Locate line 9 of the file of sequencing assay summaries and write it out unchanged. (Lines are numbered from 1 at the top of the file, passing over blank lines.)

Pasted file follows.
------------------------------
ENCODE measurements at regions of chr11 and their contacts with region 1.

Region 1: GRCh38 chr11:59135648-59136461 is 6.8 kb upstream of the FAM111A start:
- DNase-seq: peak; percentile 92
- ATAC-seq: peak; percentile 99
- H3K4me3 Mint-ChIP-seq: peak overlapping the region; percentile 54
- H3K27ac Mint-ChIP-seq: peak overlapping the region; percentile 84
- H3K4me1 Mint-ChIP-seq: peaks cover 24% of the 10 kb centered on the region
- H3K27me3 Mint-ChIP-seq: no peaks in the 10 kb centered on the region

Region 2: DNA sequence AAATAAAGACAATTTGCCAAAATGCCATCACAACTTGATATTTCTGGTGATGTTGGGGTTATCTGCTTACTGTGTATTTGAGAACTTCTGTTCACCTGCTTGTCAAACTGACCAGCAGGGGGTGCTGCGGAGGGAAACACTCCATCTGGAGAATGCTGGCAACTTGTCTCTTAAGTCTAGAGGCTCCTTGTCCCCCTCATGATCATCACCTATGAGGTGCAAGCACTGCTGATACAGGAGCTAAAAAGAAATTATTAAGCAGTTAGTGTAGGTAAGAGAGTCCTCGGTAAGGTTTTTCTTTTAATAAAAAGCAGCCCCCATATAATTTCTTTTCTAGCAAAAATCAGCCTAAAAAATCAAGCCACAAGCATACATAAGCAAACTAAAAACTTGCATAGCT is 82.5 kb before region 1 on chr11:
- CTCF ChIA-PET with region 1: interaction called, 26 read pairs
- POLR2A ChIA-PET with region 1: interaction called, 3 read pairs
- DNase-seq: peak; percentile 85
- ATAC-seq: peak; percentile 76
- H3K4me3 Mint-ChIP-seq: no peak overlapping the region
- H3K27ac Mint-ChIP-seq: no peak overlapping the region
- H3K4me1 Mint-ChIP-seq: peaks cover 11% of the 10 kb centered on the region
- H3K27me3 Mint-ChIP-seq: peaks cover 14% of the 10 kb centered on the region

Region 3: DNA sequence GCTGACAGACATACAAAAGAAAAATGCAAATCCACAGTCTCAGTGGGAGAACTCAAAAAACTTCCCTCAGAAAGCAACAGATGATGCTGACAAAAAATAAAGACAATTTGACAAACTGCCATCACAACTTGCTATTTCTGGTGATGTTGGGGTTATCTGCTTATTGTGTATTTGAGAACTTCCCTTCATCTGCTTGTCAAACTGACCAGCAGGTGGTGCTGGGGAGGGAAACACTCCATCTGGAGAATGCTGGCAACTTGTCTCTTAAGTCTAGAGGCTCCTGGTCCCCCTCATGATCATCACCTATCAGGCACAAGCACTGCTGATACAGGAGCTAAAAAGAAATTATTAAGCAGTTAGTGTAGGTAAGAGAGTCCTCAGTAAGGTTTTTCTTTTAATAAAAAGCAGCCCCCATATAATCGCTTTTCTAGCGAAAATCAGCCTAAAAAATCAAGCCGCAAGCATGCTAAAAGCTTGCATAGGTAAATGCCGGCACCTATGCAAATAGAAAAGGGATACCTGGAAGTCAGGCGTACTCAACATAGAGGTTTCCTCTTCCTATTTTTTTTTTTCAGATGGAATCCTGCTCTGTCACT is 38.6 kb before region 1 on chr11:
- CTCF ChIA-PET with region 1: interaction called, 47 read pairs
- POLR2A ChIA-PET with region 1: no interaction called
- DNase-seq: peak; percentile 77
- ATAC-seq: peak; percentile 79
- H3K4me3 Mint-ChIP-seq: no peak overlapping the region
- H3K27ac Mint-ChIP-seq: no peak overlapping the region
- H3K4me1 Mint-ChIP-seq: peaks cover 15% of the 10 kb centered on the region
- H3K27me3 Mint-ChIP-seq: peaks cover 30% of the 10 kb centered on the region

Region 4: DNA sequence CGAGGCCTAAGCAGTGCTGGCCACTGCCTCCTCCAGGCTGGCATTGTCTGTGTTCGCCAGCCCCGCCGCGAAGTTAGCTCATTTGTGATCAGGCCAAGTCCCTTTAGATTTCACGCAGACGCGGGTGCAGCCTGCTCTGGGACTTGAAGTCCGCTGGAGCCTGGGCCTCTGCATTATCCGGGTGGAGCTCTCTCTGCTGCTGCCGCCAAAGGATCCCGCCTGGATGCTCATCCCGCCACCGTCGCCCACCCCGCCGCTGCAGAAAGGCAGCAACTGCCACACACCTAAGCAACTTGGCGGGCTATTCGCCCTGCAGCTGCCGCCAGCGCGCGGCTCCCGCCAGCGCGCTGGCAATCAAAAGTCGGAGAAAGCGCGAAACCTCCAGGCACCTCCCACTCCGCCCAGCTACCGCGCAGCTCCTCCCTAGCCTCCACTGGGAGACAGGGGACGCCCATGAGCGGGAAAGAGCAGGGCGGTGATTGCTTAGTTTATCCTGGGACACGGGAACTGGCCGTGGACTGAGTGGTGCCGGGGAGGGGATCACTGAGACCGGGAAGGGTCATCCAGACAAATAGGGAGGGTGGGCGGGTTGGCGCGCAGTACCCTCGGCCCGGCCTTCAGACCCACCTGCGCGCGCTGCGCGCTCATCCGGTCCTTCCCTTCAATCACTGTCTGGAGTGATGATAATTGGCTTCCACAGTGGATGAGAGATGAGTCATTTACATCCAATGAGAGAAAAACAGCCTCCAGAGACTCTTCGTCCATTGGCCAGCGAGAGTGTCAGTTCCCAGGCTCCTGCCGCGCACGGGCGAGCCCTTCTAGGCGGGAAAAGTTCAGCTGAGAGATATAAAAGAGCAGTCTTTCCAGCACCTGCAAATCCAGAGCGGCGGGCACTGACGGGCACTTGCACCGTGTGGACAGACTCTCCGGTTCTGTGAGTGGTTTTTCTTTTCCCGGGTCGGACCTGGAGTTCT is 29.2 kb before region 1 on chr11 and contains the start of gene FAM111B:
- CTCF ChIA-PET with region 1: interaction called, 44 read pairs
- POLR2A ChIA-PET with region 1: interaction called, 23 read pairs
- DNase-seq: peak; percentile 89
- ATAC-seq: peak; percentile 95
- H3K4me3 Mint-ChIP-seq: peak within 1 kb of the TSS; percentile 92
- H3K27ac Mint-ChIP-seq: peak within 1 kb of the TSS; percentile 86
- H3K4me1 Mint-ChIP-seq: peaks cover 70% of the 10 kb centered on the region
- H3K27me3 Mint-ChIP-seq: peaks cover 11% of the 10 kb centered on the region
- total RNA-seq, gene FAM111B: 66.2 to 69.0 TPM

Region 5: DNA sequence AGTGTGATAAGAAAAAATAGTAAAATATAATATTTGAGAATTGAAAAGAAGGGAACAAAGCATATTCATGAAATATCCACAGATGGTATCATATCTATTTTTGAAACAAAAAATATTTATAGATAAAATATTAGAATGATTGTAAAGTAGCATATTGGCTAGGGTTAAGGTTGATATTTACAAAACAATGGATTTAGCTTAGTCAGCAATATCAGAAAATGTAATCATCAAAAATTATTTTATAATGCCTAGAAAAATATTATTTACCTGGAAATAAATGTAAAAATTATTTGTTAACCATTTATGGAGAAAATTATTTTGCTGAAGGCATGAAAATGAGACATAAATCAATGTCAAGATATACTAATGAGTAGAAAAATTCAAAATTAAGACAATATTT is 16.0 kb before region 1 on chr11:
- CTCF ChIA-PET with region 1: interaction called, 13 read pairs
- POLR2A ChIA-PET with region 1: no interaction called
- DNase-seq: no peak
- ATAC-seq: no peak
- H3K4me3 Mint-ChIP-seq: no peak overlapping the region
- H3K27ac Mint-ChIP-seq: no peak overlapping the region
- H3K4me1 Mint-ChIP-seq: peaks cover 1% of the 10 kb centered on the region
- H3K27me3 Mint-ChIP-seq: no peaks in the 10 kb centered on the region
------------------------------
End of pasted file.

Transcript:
Region 2: DNA sequence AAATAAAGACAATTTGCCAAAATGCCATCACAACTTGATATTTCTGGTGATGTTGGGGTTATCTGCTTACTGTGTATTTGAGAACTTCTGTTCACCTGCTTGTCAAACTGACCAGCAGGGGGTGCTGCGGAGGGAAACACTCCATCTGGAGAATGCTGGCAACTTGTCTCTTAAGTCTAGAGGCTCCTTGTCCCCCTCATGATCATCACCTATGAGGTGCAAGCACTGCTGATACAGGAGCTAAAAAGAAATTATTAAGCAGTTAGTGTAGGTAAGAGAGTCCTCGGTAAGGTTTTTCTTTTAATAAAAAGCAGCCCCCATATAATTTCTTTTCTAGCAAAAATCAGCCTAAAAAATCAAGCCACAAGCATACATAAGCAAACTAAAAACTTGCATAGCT is 82.5 kb before region 1 on chr11: